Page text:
Interviews with people who were there at key moments in black and civil rights history
Three Strikes Law
One man's experience of the controversial US law that saw thousands locked up for life. Under the law in California, a third conviction for a felony offence would lead to a life sentence. At times in California, 45% of "three strikers" were African American. Many were sentenced to life in prison for non-violent or minor offences. Alex Last hears the story of Bilal Chatman, and his hopes for reform.
Photo credit: Getty Images
Rodney King and the LA riots
People took to the streets of Los Angeles in fury after police, who had assaulted a black driver called Rodney King, were acquitted in 1992. His assault had been captured on video and played repeatedly on US television. In 2012 Nina Robinson spoke to Rodney King about the beating, the trial of the police, and the anger and mayhem that followed their acquittal.
Photo: Rodney King in 2012. Credit: REUTERS/Shannon Stapleton
Black basketball pioneers - Texas Western
In 1966, an all-black team went head-to-head with an all-white team for the National College Basketball championship - one of the biggest prizes in American sport. To much surprise, the African-Americans of Texas Western College defeated the University of Kentucky, then the number one team in the country. The game is now regarded as breaking the colour barrier in US basketball. In 2016 Nija Dalal-Small spoke to Nevil Shed, one of that groundbreaking Texas Western team. The programme is a Sparklab Production for BBC World Service.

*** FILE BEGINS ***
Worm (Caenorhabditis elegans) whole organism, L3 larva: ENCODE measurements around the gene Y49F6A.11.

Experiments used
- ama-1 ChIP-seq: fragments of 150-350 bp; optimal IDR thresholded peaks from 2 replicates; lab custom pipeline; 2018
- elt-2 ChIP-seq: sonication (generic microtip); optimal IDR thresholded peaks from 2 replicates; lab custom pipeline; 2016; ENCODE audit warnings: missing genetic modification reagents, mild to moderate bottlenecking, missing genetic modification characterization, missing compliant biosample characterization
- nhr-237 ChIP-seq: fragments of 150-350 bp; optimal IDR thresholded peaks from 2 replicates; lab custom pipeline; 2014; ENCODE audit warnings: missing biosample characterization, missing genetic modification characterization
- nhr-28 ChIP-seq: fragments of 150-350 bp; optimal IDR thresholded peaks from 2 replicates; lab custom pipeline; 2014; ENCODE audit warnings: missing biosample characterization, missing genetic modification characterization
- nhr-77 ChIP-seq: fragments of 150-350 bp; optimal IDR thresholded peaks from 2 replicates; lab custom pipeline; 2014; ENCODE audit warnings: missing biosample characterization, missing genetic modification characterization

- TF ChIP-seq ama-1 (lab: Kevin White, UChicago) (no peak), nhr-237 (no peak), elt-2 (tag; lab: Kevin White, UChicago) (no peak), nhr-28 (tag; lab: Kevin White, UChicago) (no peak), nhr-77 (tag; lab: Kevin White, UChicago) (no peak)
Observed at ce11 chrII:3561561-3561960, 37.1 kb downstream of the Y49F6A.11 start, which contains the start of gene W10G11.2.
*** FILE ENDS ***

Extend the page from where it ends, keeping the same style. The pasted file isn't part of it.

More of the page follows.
PHOTO: Texas Western celebrate their victory in 1966 (Getty Images)
The 16th Street church bombing
Four young black girls were killed in a racist attack on a church in Birmingham, Alabama in 1963. The 16th Street Baptist Church was a centre for civil rights activists in the city. One of the girls who died was Addie Mae Collins, her sister, Sarah Collins Rudolph was badly injured but survived. In 2013 she spoke to Eddie Botsio about the bombing.
Photo: men carrying the coffin of Addie Mae Collins at her funeral. Copyright: BBC
Brown v the Board of Education
In 1954 the US Supreme Court ruled that the segregation of public schools on the basis of race was unconstitutional. The case was a turning point in the long battle for civil rights in America. In 2017 Farhana Haider spoke to Cheryl Brown Henderson, the youngest daughter of Oliver Brown, who was the named plaintiff in the class action against the local board of education.
Photo: African American student Linda Brown, Cheryl Brown Henderson's eldest sister (front, C) sitting in her segregated classroom. Credit: GettyArchive
Ann Lowe - African American fashion designer
Ann Cole Lowe designed Jackie Kennedy's wedding dress in the 1950s. As a black woman working in high fashion she was a groundbreaking figurein New York. Sharon Hemans has been speaking to Judith Guile who went to work with Ann Lowe in her Madison Avenue studio in the 1960s.
Customer ReviewsSee All
Excellent coverage of events that deserve more attention than they get. At 10 minutes or so, a good length.
Please keep them coming! Absolutely love the content and delivery.
thank you so so much for making this podcast. It is so important to learn more detailed history about black America that we are just not taught in school and this podcast does it !